In order to orient yourself to the lay of the ship, you need to first understand the reason why we needed so many diverse technologies to propel us through deep space. In part it was because we were the pioneers of Space travel, transiting through the stars in the summer of 1866. As such, we needed every marvel of cutting edge, secret technology Brunel was able to devise, from our paddle-wheel propellers to our solar sails.

In addition to the technological constraints of Nineteenth Century Space Travel, Brunel insisted on making our ship unreasonably large. Five-fold larger than Brunel’s sea-bound Great Eastern, the HMS Britannia Universum was big enough to be self-sufficient for nearly indefinite periods of time. In addition to our foodstuffs, we also had our very own greenhouse aboard – yet this greenhouse was not growing superfluous flowers. It functioned as a great indoor farm, replete with hundreds of crops. We also had sections of our cargo where we carried livestock. No less than half of the space on our ship was devoted to food; growing it, raising it, storing it and cooking it. This was a necessary guarantor against deprivation in the cosmos. It was a wonder we were able to fit everything else – living quarters for the ‘Space Sailors’, miners, Planetary Biologists, Astronomers and other scientists, along with their equipment. But as I said, this ship was five times the size of The Great Eastern, and The Great Eastern is a massive ship – bigger than any ship prior to the HMS Britannia Universum. And when we recall that this was also the first ship to not only fly, but also travel into space, its record breaking size probably strains your credulity past breaking point.

And yet I was there, so I have the burden of having to explain that, though Brunel’s achievements strain credulity past breaking point, the man was a genius. I never met him, of course. He died a year after the completion of The Great Eastern. But that wasn’t the end of the story, of course. Through a series of shady transactions I know very little about, the White Star Line purchased Brunel’s blueprints for truly insane project. The cost of obtaining the blueprints was probably mitigated by the fact that no other shipping company would have touched the plans with a 50 knot rope. A ship 3,460 feet in length— that would be mad. Flying would be mad. Flying into space madder still – even if the craft (unlike ours) were lighter than most sailboats. This? Must have seemed a like a highly questionable scheme to deliberately lose money, to the tune of more pounds sterling than the Queen burns through in a decade. How did the mad quixotic heavily loaded fools pull it off? Search me if I know.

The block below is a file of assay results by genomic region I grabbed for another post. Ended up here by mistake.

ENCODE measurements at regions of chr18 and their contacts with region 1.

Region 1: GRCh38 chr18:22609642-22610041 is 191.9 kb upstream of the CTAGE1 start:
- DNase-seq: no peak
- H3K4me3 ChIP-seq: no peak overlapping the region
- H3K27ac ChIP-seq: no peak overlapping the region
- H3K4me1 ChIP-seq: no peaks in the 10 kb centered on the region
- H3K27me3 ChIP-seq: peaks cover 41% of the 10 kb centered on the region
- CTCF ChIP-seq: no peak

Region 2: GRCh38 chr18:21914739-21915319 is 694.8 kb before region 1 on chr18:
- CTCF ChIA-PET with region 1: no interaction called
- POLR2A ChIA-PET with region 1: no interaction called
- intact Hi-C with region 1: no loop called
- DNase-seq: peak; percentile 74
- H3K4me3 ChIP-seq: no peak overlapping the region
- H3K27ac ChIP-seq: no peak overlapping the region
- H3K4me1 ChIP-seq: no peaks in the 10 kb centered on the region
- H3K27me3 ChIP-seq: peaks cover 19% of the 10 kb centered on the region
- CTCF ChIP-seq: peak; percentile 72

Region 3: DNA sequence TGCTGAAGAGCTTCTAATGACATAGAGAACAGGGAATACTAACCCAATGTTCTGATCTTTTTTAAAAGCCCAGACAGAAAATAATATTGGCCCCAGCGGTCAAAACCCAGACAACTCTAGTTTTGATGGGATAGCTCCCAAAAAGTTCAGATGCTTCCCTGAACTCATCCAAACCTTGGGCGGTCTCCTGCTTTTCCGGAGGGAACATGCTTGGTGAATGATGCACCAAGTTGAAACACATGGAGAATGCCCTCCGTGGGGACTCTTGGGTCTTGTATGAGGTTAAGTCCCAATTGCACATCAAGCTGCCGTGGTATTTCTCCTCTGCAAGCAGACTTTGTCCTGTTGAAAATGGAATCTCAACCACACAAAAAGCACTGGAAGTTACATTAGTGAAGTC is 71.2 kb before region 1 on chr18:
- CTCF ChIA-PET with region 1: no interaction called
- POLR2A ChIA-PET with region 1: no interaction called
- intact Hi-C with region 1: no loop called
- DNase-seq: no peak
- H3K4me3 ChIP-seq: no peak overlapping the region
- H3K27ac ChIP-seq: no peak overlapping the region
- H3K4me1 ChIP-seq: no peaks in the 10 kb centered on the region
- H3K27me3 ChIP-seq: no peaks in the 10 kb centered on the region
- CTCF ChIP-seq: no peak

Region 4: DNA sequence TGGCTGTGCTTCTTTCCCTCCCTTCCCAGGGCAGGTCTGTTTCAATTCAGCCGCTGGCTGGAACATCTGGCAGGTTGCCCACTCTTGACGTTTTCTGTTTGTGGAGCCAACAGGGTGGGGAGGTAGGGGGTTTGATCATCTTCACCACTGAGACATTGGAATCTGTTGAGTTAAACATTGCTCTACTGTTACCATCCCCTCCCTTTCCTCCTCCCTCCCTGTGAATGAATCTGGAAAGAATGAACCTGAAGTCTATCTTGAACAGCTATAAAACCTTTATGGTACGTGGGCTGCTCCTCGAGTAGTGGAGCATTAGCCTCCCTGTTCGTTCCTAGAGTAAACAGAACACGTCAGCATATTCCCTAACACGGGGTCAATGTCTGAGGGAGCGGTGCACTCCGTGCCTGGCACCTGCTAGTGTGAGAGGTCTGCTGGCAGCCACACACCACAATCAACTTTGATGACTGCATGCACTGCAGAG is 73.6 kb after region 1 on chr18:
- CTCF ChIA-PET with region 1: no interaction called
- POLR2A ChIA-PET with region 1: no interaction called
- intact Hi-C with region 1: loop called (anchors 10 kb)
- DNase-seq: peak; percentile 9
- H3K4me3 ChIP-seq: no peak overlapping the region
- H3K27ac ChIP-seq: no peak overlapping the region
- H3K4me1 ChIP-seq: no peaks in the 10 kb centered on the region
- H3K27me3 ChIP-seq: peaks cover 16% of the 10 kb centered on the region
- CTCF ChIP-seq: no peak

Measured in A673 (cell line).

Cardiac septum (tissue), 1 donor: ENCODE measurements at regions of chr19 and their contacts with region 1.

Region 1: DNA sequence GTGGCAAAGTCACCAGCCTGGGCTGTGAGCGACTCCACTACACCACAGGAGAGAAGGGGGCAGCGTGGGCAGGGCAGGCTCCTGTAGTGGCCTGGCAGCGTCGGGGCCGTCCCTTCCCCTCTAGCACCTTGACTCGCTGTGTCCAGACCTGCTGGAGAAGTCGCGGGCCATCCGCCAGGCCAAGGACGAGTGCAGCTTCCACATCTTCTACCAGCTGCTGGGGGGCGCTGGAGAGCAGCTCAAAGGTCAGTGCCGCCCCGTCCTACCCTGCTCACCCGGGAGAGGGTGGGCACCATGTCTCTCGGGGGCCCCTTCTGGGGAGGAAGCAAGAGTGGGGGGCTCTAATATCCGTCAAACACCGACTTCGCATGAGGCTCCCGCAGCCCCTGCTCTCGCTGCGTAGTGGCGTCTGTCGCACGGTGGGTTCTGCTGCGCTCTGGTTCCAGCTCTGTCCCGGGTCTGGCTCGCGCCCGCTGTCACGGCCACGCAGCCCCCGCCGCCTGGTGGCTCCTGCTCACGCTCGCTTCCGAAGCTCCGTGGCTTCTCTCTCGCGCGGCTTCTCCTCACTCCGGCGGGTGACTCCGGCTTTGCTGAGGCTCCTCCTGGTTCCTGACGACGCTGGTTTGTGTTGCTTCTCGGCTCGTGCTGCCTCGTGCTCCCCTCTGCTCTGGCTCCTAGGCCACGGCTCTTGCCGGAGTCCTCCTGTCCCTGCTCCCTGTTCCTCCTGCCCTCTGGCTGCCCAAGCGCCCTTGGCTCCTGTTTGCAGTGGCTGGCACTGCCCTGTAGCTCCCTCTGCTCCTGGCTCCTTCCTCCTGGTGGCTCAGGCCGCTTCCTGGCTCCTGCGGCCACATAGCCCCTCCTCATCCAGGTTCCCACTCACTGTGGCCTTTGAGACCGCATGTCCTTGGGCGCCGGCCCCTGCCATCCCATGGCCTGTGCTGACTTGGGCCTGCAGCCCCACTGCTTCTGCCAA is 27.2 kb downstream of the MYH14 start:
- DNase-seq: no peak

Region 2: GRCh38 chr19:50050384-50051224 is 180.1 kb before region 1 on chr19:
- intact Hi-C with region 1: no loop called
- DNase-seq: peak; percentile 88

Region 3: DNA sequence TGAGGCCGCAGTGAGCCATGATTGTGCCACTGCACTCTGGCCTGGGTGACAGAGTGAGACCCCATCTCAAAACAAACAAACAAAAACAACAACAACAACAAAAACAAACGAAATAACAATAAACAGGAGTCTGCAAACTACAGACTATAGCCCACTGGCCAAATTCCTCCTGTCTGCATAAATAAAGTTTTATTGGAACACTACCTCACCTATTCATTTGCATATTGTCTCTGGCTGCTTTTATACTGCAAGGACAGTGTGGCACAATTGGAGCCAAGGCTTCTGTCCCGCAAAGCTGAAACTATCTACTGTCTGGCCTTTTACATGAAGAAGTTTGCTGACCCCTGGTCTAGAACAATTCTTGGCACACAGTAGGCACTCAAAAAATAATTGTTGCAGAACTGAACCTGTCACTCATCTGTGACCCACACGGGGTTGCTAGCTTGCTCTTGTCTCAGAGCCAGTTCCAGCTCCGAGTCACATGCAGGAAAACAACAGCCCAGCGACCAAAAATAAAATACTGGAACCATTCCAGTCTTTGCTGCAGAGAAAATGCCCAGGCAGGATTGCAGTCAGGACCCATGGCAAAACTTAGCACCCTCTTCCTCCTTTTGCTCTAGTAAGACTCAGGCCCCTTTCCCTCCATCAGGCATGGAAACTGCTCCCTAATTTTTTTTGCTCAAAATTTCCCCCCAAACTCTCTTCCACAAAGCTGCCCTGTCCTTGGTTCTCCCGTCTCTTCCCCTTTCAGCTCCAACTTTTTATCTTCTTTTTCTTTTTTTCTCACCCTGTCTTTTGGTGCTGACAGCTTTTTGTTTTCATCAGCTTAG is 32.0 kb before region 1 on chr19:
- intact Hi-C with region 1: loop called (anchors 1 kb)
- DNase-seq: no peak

But I was there. And Brunel was a genius. And John Pilkington and James Chambers had cash to spare, especially once they drew interest from the newly instituted British Raj, as well as from the Colonial Office in Whitehall. Naturally, Civil Servants, Ministers, MPs and Viceroys were precisely the sort of stolid unimaginative types who would have been provoked out of their languor and burned Chambers at the stake after he proposed state support for a scheme to launch the largest ship in human history into Space. Ordinarily. And yet, as we’ll see, with two thirds of the construction already completed, the scheme had more credibility. More crucially, our ship would render crucial services to Queen and Country.